From Couch Potato to Ultramarathoner/Triathlete

Every so often someone from my past discovers my blog or asks me what I'm up to these days. When they discover the running history of the last 4 years most of them don't believe me. I don't blame them.

Up until the age of 16 I occasionally did some cross country running and swam a little. The running was mainly because it enabled me to avoid the misery of playing rugby with a group of guys who didn't like me much to start with and didn't really want a wimpy nerd on their team. The swimming was because our local pool had a cheap/free night for youth groups and lots of my friends went. Most of the time we played around but we did used to get badges for distance swimming and I still remember swimming the 48 lengths of the pool to complete 1 mile. I clearly remember it taking me an hour mostly breaststroke and I probably touched the side when I wasn't supposed to. I was amazed that my friends sister could swim the same in under half that time and did it on a regular basis training for a team.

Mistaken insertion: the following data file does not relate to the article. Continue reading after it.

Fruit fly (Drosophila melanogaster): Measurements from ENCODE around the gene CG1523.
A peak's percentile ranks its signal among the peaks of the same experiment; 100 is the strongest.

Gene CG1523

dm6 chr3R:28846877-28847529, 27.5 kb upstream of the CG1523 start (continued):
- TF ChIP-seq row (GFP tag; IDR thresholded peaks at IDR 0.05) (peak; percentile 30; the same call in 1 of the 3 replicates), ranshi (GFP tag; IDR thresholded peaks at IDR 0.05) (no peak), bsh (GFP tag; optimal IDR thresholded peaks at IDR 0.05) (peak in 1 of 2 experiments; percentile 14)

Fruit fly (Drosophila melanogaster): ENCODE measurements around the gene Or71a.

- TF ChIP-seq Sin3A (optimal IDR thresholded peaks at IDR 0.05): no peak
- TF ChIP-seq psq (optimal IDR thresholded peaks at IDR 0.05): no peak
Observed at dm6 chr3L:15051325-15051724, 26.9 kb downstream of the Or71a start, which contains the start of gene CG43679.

Once there was no requirement for organised sports after 16 I chose not to partake in any. I was no good at any of them, didn't know any of the people who did them and really saw no point in it. Then I discovered beer.... then I discovered that while at university you were allowed to eat whatever you want whenever you want without your mum buying and putting it in front of you and slowly my girth began to rise. No cars when I was at Uni so there was plenty of walking and biking which kept me reasonably nimble even if I had no stamina.

During my first years of work I continued the trend of doing nothing. I still didn't have a car (or a driving license - I was a late developer) so thankfully I was kept from being a total couch potato. But on the whole it was drinking, eating, coding and watching TV.